Royal Oldham Hospital
|Royal Oldham Hospital|
|Pennine Acute Hospitals NHS Trust|
|Location||Oldham,, Greater Manchester, England, United Kingdom|
|Care system||Public NHS|
|Emergency department||Yes Accident & Emergency|
|Founded||c.1870 (as a workhouse infirmary)|
|Lists||Hospitals in England|
The Royal Oldham Hospital is a NHS hospital in Oldham, Greater Manchester, England. It forms part of Pennine Acute Hospitals NHS Trust and was opened with its present name on 1 December 1989. Its services are commissioned by NHS Oldham.
Formerly known as Oldham and District General Hospital, the hospital lies within the Coldhurst area of Oldham on the boundary with Royton. It was the birthplace of Louise Brown, the world's first successful in vitro fertilised "test tube baby", on 25 July 1978.
The hospital also has its own radio station, known as Radio Cavell.
The Royal Oldham Hospital is formed by a collection of buildings built in succession since 1851 along Rochdale Road. Its earliest parts exist from the site's time as a local workhouse, having been named Oldham Union Workhouse; Oldham's main hospital was then on the current site of Oldham Sixth Form College.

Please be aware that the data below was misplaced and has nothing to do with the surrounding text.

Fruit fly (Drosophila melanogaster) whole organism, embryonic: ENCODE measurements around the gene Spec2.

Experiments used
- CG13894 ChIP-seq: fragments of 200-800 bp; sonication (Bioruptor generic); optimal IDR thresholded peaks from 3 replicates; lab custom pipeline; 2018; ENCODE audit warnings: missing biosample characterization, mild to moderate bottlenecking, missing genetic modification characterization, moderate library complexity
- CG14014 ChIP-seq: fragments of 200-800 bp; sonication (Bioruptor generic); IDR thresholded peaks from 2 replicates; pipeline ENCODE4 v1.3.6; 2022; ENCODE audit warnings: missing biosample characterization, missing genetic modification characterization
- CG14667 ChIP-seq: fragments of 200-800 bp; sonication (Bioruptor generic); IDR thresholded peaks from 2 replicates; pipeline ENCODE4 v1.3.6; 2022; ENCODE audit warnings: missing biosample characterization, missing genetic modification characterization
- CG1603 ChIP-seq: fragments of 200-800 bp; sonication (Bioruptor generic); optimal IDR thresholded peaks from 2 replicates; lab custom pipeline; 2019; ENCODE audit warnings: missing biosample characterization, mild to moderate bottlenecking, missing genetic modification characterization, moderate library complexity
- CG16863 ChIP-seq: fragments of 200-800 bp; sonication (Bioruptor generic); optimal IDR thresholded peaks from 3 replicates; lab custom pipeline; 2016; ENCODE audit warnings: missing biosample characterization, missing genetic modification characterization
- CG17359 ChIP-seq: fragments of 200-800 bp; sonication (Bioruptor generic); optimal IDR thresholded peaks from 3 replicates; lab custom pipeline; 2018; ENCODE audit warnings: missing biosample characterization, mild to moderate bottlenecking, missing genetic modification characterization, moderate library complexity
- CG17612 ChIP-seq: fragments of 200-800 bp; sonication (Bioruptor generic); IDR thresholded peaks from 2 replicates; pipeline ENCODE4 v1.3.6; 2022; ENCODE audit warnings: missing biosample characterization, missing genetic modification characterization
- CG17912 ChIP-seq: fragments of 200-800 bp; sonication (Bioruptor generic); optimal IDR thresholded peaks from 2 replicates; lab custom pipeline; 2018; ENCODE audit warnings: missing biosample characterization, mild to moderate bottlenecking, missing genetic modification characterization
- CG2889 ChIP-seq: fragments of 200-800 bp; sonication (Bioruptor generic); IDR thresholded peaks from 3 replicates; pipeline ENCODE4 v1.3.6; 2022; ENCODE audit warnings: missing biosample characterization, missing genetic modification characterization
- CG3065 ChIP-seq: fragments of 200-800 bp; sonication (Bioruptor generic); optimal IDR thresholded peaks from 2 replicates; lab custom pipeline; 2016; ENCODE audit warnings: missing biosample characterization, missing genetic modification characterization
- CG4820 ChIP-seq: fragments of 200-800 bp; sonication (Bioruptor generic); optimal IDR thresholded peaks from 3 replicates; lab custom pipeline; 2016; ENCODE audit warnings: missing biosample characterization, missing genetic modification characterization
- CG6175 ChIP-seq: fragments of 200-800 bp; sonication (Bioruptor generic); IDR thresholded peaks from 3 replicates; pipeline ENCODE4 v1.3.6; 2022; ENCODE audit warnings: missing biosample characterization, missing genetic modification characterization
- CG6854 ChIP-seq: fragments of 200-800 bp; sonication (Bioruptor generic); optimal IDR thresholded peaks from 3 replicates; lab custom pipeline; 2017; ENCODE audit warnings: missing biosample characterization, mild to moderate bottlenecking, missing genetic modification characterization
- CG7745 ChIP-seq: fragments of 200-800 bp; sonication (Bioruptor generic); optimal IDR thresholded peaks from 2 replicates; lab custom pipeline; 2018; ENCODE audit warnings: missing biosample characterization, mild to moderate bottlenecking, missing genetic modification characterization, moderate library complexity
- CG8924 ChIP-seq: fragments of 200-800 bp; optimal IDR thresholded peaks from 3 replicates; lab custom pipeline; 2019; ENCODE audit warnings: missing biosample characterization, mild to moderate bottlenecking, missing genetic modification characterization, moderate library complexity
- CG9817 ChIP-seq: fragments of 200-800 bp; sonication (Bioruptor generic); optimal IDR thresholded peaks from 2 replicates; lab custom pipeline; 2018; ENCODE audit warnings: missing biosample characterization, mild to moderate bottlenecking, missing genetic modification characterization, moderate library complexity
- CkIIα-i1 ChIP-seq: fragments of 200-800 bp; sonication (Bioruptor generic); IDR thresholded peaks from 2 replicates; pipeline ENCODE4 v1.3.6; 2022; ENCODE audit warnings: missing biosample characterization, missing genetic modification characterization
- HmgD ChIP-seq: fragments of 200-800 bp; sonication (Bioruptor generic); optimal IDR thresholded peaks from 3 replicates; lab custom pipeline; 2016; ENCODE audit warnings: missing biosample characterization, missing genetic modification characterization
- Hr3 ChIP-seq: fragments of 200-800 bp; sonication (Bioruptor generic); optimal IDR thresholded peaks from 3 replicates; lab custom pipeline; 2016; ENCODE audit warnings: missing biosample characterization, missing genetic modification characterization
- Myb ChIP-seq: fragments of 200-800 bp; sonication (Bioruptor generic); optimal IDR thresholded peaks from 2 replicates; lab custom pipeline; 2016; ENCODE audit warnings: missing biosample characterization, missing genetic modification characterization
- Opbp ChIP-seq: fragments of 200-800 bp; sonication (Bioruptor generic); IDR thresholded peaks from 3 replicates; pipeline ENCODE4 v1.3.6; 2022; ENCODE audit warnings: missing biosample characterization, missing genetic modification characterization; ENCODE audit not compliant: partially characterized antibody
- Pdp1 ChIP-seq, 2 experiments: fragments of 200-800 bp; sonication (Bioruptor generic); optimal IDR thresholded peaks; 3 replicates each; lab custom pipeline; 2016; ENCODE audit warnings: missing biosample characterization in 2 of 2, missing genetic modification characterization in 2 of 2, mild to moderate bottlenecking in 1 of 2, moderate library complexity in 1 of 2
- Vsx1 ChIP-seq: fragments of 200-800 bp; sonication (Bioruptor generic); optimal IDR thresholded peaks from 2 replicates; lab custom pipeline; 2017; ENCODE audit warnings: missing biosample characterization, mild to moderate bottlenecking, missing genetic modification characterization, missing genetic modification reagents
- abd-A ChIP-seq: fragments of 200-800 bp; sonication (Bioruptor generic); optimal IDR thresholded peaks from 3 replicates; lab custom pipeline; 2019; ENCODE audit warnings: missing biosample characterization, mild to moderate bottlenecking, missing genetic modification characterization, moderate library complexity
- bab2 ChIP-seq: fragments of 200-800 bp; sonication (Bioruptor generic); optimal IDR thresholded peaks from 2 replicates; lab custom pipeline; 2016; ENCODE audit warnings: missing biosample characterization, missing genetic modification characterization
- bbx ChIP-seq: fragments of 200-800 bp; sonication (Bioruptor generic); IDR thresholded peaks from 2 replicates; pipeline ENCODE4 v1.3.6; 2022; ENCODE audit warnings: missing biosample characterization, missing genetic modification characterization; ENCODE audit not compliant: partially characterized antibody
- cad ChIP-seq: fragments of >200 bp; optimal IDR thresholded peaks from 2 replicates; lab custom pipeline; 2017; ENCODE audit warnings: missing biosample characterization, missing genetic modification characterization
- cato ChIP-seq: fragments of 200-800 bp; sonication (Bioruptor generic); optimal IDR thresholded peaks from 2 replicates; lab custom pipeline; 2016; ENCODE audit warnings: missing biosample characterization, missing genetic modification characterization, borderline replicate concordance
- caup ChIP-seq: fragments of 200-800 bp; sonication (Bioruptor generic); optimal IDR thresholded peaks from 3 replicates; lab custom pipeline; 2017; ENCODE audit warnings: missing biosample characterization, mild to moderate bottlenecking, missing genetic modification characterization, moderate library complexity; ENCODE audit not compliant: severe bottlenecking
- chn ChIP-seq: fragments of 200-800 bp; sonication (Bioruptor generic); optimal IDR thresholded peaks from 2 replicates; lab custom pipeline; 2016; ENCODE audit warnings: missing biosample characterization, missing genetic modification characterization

The former names of the Royal Oldham Hospital are:
- Oldham Union Workhouse (1851–1913)
- Westwood Park Poor Law Institution (1913–1930)
- Boundary Park Hospital (1930–ca. 1938)
- Oldham Municipal Hospital (ca. 1938–1942)
- Boundary Park General Hospital (1943–1947)
- Boundary Park Municipal Hospital (1948–1949)
- Boundary Park General Hospital (1950–1955)
- Oldham and District General Hospital (1955–1989)
- Royal Oldham Hospital, Oldham , National Archives site.